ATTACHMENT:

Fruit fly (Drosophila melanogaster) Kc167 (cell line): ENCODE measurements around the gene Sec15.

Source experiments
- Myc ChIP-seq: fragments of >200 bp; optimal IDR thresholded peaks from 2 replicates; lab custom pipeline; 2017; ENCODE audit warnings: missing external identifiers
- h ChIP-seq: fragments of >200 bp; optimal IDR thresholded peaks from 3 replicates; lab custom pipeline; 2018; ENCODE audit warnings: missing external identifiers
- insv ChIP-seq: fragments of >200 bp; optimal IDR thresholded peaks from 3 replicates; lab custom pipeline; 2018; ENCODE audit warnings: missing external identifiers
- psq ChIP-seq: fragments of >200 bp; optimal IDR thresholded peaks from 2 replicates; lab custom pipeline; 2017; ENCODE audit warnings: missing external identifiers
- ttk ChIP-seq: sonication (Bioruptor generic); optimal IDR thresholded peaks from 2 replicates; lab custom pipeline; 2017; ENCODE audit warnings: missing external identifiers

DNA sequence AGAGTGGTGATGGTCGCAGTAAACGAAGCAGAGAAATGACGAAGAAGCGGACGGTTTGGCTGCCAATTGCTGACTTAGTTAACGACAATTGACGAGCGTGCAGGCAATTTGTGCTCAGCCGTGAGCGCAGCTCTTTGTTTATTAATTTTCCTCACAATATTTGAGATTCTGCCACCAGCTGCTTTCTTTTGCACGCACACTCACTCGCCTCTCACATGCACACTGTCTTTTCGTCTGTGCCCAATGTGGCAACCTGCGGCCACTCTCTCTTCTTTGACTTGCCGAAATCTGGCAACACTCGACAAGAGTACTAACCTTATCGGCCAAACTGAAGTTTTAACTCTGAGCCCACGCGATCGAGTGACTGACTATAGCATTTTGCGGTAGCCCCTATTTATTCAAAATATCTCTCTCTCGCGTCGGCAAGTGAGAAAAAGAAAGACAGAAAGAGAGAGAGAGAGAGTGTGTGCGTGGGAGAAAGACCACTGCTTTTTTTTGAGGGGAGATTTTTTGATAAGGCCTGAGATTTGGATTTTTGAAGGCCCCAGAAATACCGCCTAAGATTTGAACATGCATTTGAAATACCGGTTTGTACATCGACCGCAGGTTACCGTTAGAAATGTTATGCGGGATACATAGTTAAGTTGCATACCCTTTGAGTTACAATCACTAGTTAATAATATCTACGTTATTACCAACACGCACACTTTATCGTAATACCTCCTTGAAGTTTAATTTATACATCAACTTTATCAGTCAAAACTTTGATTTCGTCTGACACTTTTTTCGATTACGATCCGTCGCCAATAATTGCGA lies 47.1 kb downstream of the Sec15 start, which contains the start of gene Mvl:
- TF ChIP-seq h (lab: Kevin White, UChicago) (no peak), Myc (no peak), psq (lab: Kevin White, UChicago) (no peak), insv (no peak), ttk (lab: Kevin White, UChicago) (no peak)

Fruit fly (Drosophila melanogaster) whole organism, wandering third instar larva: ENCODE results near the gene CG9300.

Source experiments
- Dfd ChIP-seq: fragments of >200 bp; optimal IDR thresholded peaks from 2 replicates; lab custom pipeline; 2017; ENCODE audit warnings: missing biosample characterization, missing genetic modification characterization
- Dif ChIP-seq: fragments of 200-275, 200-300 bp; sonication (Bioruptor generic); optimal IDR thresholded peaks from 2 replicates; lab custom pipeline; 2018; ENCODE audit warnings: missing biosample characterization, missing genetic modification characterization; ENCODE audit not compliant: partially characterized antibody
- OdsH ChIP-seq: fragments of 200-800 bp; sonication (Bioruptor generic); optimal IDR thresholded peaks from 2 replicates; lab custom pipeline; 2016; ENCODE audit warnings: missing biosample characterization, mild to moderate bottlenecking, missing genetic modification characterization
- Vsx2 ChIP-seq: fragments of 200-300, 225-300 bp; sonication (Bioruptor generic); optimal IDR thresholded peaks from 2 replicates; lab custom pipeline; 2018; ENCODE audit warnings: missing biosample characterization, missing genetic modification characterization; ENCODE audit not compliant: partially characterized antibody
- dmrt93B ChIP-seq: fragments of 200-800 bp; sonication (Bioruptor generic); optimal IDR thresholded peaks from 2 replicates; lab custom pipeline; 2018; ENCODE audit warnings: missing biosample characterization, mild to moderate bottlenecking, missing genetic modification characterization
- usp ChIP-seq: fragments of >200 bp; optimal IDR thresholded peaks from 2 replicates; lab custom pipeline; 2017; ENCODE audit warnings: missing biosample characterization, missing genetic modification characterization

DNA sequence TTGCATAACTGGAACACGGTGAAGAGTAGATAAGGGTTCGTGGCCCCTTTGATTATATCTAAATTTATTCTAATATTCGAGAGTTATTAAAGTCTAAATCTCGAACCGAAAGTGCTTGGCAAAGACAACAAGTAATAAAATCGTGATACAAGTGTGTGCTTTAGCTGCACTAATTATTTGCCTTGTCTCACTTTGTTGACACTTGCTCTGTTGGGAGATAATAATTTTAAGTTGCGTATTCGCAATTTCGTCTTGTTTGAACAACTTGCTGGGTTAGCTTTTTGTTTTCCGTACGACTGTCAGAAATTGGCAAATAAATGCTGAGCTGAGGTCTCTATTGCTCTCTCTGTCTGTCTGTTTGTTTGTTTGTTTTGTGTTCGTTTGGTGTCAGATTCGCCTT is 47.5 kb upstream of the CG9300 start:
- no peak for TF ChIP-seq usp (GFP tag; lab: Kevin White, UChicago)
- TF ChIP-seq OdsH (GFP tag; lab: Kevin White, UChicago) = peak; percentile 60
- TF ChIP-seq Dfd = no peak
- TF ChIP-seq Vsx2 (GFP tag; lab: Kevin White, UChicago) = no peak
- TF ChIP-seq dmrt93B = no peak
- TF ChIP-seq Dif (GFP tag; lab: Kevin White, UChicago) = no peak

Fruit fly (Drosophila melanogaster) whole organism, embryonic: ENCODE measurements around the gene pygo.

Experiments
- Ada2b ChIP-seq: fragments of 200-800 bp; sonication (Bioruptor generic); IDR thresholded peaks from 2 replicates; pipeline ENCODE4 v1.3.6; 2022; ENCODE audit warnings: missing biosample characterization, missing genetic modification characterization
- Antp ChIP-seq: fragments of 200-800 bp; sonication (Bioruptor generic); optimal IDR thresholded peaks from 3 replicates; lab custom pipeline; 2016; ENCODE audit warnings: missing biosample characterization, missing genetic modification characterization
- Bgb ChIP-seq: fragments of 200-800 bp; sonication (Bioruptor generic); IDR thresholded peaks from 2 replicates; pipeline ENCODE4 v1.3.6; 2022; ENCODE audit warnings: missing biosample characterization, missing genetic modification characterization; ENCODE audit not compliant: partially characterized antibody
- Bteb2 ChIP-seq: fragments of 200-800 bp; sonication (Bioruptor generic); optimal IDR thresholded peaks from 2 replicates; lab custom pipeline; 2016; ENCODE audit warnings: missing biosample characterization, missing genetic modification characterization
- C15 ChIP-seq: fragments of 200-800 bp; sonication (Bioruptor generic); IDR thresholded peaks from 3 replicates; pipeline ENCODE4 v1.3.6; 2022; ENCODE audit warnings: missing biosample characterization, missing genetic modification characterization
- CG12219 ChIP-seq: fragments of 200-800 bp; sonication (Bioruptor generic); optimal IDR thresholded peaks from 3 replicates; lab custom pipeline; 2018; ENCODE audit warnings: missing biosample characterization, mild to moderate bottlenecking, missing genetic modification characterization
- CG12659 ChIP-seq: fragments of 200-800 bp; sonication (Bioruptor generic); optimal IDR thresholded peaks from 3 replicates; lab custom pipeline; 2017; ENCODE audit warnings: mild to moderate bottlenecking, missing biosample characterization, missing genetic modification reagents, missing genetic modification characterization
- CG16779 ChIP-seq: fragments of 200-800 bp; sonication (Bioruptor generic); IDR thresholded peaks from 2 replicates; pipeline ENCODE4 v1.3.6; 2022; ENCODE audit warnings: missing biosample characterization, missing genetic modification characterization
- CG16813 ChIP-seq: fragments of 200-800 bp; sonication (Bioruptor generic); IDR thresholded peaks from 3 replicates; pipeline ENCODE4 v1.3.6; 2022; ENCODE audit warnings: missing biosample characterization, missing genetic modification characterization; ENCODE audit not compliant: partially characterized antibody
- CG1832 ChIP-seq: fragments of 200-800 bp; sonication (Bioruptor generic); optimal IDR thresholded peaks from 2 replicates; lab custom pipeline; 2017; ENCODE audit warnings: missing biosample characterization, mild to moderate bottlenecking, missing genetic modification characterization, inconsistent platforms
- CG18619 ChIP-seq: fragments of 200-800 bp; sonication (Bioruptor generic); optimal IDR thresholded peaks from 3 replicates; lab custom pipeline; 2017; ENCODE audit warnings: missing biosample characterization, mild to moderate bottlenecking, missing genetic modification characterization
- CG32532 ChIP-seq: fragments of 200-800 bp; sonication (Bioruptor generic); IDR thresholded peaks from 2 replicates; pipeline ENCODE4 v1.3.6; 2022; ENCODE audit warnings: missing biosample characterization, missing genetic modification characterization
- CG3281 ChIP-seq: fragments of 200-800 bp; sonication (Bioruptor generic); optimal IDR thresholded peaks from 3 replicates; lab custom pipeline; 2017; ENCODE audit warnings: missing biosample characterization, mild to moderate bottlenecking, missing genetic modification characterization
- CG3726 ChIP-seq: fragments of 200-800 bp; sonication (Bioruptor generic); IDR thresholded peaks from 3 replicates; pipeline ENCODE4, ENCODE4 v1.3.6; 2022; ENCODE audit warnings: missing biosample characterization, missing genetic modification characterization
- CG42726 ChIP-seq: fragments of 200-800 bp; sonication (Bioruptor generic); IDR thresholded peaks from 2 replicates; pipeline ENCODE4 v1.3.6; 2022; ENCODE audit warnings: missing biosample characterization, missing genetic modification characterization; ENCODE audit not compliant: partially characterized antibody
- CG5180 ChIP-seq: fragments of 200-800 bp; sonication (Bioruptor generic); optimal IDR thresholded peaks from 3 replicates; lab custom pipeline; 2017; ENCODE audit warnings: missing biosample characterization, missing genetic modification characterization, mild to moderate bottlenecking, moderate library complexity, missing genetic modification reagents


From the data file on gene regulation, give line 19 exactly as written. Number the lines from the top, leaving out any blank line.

- no peak for TF ChIP-seq usp (GFP tag; lab: Kevin White, UChicago)